I’ll read every book Patrick deWitt writes. The Portland author now has four novels under his belt, and each one is wildly, satisfyingly different—from the boozy Bukowski blackouts of his first, Ablutions: Notes for a Novel, to the Charles Portis-informed comic western of his best, the phenomenal The Sisters Brothers; from the fractured fairy tale of Undermajordomo Minor to the curdled high-society New York and Paris of his latest, French Exit. The common element is deWitt’s wonderfully aslant window into these varied worlds, and how he casts black humor and surrealist streaks of magic onto familiar literary terrains.
French Exit’s Manhattan milieu evokes midcentury writers like Salinger and Cheever; I was also reminded of Louise Fitzhugh’s Harriet the Spy and how that book observed moneyed New Yorkers from the vantage point of a curious child. Most readers, though, will immediately think of Wes Anderson’s The Royal Tenenbaums, particularly with the character of scumbag lawyer Franklin Price, who is dead before the events of French Exit begin—although his widow, Frances, suspects he may have been reincarnated as the cat. Their son, Malcolm, spends most of his days disinterestedly aggravating his fiancée over expensive lunches. Frances and Malcolm have reached the end of Frank’s money, and opt to escape New York for a friend’s rent-free apartment in Paris.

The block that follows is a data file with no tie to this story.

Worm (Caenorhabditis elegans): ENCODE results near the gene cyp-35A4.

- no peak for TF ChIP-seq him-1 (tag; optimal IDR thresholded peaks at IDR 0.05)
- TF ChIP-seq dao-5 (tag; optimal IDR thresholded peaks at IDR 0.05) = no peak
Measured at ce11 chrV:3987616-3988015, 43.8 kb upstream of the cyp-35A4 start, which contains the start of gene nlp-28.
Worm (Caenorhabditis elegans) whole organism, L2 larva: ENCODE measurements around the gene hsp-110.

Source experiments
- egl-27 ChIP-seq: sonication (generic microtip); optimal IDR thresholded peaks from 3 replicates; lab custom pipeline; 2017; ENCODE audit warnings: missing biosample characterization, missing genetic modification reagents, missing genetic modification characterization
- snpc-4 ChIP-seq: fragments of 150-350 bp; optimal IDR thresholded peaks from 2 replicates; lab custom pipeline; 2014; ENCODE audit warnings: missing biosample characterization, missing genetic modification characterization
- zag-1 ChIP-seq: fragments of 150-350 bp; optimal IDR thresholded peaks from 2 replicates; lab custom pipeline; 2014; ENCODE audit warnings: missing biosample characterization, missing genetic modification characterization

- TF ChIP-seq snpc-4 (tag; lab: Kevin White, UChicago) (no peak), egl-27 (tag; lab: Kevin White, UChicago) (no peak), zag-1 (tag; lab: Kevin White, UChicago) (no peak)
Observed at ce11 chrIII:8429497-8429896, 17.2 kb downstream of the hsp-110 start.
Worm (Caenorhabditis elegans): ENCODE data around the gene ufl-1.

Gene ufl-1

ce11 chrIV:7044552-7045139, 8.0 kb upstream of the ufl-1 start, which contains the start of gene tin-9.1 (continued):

Frances and Malcolm are self-obsessed and full of ennui, and deWitt isn’t particularly interested in having them evolve or learn from the error of their ways. French Exit’s bone-dry prose isn’t as funny as deWitt’s earlier work, either, and the story’s thematic undercurrents only appear, faintly, at the very end. Characters drink to excess almost constantly (a shortcut to narrative conflict), and the Parisian section becomes crowded with periphery characters who enter Frances and Malcolm’s borrowed apartment and refuse to leave.
This offsets the two primary characters, who are perhaps a little underdrawn. Frances is basically a terrible snob who skates by on her glamour, while Malcolm is a depressive bore grown numb to the world. French Exit’s best chapter is a self-contained short story in which Malcolm recounts a summer spent at an empty boarding school because Franklin and Frances didn’t want him to come home. It’s suspenseful and creepy and weirdly emotional, and one hopes deWitt’s next book might have more stuff along those lines. I’ll read it in any case—deWitt’s writing is always intriguingly off-center, even when he’s riffing on established tropes.